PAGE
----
Wednesday, May 22, 2013

A Closer Look at Poverty in Guido Almada

       Having lived in Guido Almada for almost 2 years now, its interesting to reflect upon those small details that I have come to use as indicators of any particular family's relative well-being. I haven't at any point tried to consciously compile this list, it is simply the product of fairly consistent observation. And with a limited amount of experience with poverty across other societies, I would be willing to postulate that at least a few of these indicators are somewhat generalizable, but certainly others are much more context specific to Paraguay, and even more so, to this community.  
       Before I start, I should note that everyone of my neighbors in this community is living below the poverty line as far as OXFAM or the World Bank is concerned, there is no doubt about that. Between the poorly constructed and negligibly maintained physical infrastructure, the inaccessibility of medical care and the absence of even minimal financial stability, one of the only things that people here seem to have in excess, other than yerba maté, polka music and hospitality, is basic material lack. But even in such a situation, no single prescription could be dolled out to alleviate the specific needs of each and every family or individual. Sure, there are certain universal needs, or at least many needs that could be addressed by a single particular initiative, but people's material dispositions are as unique to those individuals as those people are unique themselves.
       The point I am trying to make here is that even a seemingly straightforward concept such as “poverty” is deceptively difficult to define and infinitely multifaceted once you get to the household and personnel level. Yes, all my neighbors are living below the poverty line, but the nuance and variation even within this single community is startling—sometimes it is as clear as night and day, other times it is so subtle as to be almost invisible, at least to someone on the outside. Its for that reason, the variability, that certain indicators can be of enormous help when working with families and trying to understand their specific situation, although as with everything else, it is always important to regard any generalizations with reasonable skepticism.
       Typically, in Paraguay at least, I have found that the less Spanish that people are able to understand or speak, the more economically worse-off they tend to be (this is hardly an absolute fact, but I have found it a good general rule of thumb). Also, the number of ribs you can count on the family dogs tend to correlate quite well with malnutrition and poverty—if the dogs aren't eating enough, its a fairly safe bet that the children and parents aren't either—the more ribs you count, the more abject the condition. As well, the materials used to construct the home create a rough sort of spectrum of familial affluence. In the following list (1) is meant to represent the most relative affluence while (7) is meant to represent the least:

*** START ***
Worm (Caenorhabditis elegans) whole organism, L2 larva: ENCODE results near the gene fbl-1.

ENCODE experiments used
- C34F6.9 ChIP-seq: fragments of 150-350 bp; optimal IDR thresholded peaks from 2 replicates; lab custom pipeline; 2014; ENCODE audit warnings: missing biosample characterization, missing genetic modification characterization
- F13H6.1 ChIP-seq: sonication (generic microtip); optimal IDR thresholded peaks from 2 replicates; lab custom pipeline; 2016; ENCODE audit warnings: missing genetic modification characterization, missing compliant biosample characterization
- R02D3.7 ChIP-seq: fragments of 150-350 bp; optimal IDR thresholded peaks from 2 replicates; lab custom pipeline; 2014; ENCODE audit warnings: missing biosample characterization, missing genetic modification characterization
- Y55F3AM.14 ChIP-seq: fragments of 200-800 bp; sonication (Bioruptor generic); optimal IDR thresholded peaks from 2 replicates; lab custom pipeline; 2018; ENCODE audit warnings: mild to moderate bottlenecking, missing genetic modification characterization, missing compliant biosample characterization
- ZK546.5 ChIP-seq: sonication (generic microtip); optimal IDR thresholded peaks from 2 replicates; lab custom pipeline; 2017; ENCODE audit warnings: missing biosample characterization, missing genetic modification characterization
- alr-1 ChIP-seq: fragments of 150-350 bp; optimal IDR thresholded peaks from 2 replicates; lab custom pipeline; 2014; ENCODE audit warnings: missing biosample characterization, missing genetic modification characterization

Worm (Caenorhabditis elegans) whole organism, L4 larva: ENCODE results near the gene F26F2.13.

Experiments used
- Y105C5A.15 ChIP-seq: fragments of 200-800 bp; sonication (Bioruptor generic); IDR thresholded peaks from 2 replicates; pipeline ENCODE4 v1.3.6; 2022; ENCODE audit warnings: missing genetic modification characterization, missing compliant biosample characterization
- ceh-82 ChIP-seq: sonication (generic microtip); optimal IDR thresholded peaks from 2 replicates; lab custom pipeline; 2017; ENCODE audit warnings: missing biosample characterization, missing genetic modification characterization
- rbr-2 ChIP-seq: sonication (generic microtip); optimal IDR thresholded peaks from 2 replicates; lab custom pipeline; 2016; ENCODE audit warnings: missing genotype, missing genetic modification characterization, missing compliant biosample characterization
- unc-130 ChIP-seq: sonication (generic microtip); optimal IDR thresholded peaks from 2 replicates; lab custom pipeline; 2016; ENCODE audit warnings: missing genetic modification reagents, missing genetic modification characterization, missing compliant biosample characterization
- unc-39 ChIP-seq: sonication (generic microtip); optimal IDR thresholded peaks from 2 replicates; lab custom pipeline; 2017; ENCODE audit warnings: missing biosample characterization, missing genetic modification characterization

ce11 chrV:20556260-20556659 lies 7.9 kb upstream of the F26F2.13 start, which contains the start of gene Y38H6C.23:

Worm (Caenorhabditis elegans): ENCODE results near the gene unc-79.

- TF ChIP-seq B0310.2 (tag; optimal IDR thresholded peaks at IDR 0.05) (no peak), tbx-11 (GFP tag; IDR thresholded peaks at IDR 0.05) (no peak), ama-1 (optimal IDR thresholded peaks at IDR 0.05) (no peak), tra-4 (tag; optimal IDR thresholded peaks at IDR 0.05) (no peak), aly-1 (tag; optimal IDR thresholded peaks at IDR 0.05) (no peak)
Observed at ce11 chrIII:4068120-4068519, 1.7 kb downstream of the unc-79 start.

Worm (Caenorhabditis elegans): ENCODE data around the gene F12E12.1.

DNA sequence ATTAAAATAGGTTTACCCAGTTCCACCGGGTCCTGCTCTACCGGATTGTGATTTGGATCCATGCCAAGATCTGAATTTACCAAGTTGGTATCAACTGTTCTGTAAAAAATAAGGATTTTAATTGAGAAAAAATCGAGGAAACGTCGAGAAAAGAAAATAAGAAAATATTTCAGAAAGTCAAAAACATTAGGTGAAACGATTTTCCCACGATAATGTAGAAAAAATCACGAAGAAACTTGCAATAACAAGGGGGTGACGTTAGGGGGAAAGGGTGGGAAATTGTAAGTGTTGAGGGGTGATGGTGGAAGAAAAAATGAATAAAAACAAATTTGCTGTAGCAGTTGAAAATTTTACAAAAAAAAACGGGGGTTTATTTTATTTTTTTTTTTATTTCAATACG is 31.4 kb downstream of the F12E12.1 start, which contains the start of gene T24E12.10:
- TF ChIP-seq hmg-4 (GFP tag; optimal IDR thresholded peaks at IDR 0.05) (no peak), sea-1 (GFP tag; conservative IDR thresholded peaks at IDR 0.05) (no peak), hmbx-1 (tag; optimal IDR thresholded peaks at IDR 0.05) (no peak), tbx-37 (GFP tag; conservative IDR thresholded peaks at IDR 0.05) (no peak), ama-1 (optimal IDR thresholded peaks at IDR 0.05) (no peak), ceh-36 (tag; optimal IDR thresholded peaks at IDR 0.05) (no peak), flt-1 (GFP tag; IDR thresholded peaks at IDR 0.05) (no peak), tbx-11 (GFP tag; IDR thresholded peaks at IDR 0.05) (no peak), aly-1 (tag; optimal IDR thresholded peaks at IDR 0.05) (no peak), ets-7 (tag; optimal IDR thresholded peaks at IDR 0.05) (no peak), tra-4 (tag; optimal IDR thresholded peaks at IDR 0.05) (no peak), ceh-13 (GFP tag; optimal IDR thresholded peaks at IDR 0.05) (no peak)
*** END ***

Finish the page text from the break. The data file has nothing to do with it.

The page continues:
1. Brick house with a tile roof and concrete floors.
  2. Brick house with a tin roof and concrete floors.
  3. Wooden-slat house with tin roof and concrete floors.
  4. Wooden-slat house with tin roof and dirt floors.
  5. Wooden-slat house with thatch-grass roof and dirt floors.
  6. Wood-brick house with tin roof and dirt floors.
  7. Wood-brick house with thatch-grass roof and dirt floors.
       A quick sidenote on housing construction: the materials used to construct each home also tend to indicate the relative time spent living in that particular location. In other words, families will invest in their homes over time and make improvements such as adding concrete floors or putting corrugated-tin (chapas in Spanish) over thatch-grass roofing. This, as well as affluence, are influential factors when considering the construction of the home.
       There are several others indicators as to a family's material condition as well. Students who show up to school without shoes are probably from pretty poor families. There are also plenty of neighborhood kids with only one pair of shoes (for the boys it is always soccer cleats) that they wear everywhere. Children with bulging bellies or disproportionate bodies indicate malnutrition, or at least improper nutrition, usually caused by too many carbohydrates and too few proteins, vitamins and essential minerals. Still, it's always better to have a full belly than an empty one, and even if it is just starchy, carb-rich, nutrient-poor mandioca, it is better than nothing.
       And while my community is lucky enough to have at least nominally running water (it only tends to work, and with unpredictable pressure, about 25% of the time), there are many families who live in areas where the pipes have not been laid or have broken and have not yet been fixed (there is no such thing as municipal water service). These parts of the community tend to be less well-off and as a result, also show a higher incidence of issues pertaining to poor hygiene and malnutrition. On some children, skin-borne parasites, especially of the feet and scalp, are quite common and can sometimes be attributed to lack of shoes and/or access to clean water. The same can be said for any number of quite obvious dental and/or oral diseases. Even in children as young as 5 or 6, missing teeth, gum diseases, and untreated cavities are commonplace. Among older teens and adults, it is fairly rare to have a full set of teeth.
       So that is what I have come to use as my general breakdown in understanding the relative poverty of people and families in my community. As I have said, it is far from universal and inviolable, but over the course of 2 years it has changed and evolved to better encapsulate the details and variation lumped together under the word “poverty”. Perhaps some examples would help in better illustrating this idea.
  •        There is a child in the school in Guido Almada and you can tell just from looking at him that the prepackaged rice and beans that they serve the kids for lunch is pretty much the only thing he gets to eat all day. I don't know this for a fact because he lives down one of the side roads of my community, several kilometers from the school building and close to the small cemetery, an area I don't often venture. In this part of town, the houses are hidden away in the trees and are as hard to find as they are spread out. El monte, the locals call it and the families who live down there hardly speak a word of Spanish. I don't think he owns a single pair of shoes because the sores on his feet are always raw and blistering, sometimes bleeding openly, but he loves it when I read story books to the class even though I am fairly sure he only half-understands it all.